On 04/24/2013 01:18 PM, Chris Bagnall wrote:
On 24/4/13 7:05 pm, Mathieu Simon wrote:
Depends what you think about "high specs" many 1 GE ports or even 10 GE,
lots of cores etc?

This. You also have to decide whether you actually need "high specs" in
a router. There's little point in paying for multiple GigE or 10GE ports
if your internet connection is in the sub-100Mbps range.

FWIW, we've been using the ALIX boards for several years, and despite
their apparently "low spec", they'll happily route an FTTC 80Mbps/20Mbps
connection without breaking too much of a sweat.

Obviously if you're looking at datacentre applications you'll want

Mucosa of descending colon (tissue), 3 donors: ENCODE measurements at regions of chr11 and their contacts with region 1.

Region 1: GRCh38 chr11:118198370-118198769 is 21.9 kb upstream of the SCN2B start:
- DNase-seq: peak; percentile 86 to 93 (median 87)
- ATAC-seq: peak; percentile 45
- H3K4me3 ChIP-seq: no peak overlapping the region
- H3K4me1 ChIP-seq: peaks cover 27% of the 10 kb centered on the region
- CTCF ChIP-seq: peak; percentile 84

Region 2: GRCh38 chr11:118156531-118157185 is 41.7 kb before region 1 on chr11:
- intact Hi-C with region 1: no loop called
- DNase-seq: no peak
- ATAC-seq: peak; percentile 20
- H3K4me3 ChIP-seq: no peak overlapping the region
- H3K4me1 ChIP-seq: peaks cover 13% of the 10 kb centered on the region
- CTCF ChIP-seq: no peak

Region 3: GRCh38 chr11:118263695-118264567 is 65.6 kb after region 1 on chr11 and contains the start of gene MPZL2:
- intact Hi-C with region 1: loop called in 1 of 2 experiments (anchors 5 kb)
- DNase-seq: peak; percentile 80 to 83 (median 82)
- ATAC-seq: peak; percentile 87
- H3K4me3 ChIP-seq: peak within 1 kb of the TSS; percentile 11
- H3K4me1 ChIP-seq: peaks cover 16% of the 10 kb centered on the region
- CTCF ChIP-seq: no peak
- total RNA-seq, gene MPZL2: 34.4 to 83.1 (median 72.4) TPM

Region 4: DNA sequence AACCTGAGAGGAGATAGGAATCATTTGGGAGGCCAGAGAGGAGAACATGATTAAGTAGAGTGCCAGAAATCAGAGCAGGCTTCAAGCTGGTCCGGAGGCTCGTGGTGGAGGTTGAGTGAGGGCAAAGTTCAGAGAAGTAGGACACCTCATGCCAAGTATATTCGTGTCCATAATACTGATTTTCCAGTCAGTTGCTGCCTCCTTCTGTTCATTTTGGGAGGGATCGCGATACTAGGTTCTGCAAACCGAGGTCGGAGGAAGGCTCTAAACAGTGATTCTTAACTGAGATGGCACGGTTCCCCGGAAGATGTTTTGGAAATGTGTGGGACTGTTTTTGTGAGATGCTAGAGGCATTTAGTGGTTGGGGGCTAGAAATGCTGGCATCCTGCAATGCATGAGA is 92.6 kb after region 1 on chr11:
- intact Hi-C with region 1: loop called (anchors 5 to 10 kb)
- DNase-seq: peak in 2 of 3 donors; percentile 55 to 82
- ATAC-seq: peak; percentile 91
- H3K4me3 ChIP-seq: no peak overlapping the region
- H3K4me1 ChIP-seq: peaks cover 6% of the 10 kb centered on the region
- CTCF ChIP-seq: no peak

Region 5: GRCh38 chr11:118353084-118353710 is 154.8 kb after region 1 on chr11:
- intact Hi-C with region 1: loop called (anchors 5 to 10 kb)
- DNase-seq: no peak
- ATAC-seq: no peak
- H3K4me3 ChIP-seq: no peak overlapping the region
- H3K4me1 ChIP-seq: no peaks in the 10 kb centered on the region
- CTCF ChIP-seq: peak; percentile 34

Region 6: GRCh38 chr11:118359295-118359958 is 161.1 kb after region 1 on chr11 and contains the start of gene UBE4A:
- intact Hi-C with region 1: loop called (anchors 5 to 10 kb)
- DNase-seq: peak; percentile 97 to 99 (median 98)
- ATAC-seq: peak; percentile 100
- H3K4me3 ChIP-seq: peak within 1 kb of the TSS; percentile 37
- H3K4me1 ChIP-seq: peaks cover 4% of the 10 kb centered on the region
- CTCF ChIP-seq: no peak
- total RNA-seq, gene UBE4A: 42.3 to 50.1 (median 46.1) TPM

something a bit beefier, but in that case, you probably aren't bothered
about having a "Netgear WiFi router" size unit.

Also worth mentioning that in my experience, WiFi is best done with a
separate access point (or access points). It enables you to position it
in the best location for signal dispersion, which might not be the same
location as your internet connection's ingress.

Kind regards,


We started buying small form factor PC's (about the size of two dictionaries) and using SSD drives. The biggest unit we have (same specs, just different configuration port wise) is one of these units with 2 GB RAM and 128 GB HHD with 5 10/100 Ethernet ports.

Steven G. Spencer, Network Administrator
KSC Corporate - The Kelly Supply Family of Companies
Office 308-382-8764 Ext. 231
Mobile 308-380-7957
List mailing list

Reply via email to